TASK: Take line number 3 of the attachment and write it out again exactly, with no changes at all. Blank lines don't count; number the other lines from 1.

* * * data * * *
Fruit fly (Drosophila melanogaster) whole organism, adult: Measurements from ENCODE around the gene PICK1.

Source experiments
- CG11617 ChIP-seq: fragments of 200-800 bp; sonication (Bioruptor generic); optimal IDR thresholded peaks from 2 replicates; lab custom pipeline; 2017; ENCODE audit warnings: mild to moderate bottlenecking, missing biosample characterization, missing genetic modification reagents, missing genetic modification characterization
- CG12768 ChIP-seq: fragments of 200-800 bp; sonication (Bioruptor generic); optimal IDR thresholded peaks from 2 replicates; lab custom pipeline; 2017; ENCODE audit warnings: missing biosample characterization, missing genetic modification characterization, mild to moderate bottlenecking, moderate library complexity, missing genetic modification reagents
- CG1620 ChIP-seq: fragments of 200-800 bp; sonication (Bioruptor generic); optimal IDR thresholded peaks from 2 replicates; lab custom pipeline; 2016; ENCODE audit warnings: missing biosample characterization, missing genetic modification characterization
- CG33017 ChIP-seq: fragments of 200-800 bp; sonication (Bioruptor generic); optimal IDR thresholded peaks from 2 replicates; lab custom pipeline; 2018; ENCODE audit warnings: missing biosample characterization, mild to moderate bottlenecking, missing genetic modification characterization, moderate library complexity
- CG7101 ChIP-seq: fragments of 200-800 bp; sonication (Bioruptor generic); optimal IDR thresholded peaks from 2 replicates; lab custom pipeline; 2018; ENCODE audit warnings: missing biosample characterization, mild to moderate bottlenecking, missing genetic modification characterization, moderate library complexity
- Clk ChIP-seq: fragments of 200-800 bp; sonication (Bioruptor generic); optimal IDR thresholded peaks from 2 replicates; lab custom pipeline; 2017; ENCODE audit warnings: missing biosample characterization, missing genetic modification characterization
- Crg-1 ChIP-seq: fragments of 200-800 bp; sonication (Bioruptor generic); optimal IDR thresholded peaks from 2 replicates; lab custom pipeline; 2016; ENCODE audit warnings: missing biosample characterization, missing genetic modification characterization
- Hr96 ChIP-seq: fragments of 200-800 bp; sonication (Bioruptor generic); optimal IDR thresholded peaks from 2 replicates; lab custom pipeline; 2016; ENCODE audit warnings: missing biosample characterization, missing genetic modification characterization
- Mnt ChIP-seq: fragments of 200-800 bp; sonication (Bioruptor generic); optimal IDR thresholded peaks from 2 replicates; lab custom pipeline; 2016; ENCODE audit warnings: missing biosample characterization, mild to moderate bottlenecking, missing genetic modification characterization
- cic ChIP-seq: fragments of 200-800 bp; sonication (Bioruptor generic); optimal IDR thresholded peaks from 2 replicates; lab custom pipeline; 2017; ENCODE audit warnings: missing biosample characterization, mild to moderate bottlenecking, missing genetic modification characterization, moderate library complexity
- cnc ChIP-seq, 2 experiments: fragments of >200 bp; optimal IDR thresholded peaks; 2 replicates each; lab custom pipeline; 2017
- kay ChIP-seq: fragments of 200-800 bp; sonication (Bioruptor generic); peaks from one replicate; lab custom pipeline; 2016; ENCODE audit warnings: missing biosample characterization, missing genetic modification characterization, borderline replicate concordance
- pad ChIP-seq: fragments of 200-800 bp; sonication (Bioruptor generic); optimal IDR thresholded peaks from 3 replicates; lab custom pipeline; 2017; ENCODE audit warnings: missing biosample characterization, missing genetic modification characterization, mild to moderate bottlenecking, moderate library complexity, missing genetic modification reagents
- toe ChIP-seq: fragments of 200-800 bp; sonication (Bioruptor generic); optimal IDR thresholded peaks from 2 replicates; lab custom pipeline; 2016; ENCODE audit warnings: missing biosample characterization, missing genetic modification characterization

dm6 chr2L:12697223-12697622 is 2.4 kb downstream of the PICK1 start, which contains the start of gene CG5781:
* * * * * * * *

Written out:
- CG11617 ChIP-seq: fragments of 200-800 bp; sonication (Bioruptor generic); optimal IDR thresholded peaks from 2 replicates; lab custom pipeline; 2017; ENCODE audit warnings: mild to moderate bottlenecking, missing biosample characterization, missing genetic modification reagents, missing genetic modification characterization